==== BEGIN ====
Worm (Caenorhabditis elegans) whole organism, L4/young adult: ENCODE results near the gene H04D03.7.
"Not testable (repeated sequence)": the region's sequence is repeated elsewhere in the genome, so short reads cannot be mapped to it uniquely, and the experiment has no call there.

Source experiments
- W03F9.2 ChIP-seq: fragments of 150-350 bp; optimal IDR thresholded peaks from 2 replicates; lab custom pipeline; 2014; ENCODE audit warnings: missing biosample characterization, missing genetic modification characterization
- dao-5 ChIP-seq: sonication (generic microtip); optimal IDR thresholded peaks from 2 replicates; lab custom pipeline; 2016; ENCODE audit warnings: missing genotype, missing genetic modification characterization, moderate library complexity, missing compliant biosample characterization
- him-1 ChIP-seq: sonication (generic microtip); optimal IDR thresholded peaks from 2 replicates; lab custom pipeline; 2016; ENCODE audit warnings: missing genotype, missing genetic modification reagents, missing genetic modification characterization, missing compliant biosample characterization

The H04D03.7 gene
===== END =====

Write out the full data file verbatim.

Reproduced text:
Worm (Caenorhabditis elegans) whole organism, L4/young adult: ENCODE results near the gene H04D03.7.
"Not testable (repeated sequence)": the region's sequence is repeated elsewhere in the genome, so short reads cannot be mapped to it uniquely, and the experiment has no call there.

Source experiments
- W03F9.2 ChIP-seq: fragments of 150-350 bp; optimal IDR thresholded peaks from 2 replicates; lab custom pipeline; 2014; ENCODE audit warnings: missing biosample characterization, missing genetic modification characterization
- dao-5 ChIP-seq: sonication (generic microtip); optimal IDR thresholded peaks from 2 replicates; lab custom pipeline; 2016; ENCODE audit warnings: missing genotype, missing genetic modification characterization, moderate library complexity, missing compliant biosample characterization
- him-1 ChIP-seq: sonication (generic microtip); optimal IDR thresholded peaks from 2 replicates; lab custom pipeline; 2016; ENCODE audit warnings: missing genotype, missing genetic modification reagents, missing genetic modification characterization, missing compliant biosample characterization

The H04D03.7 gene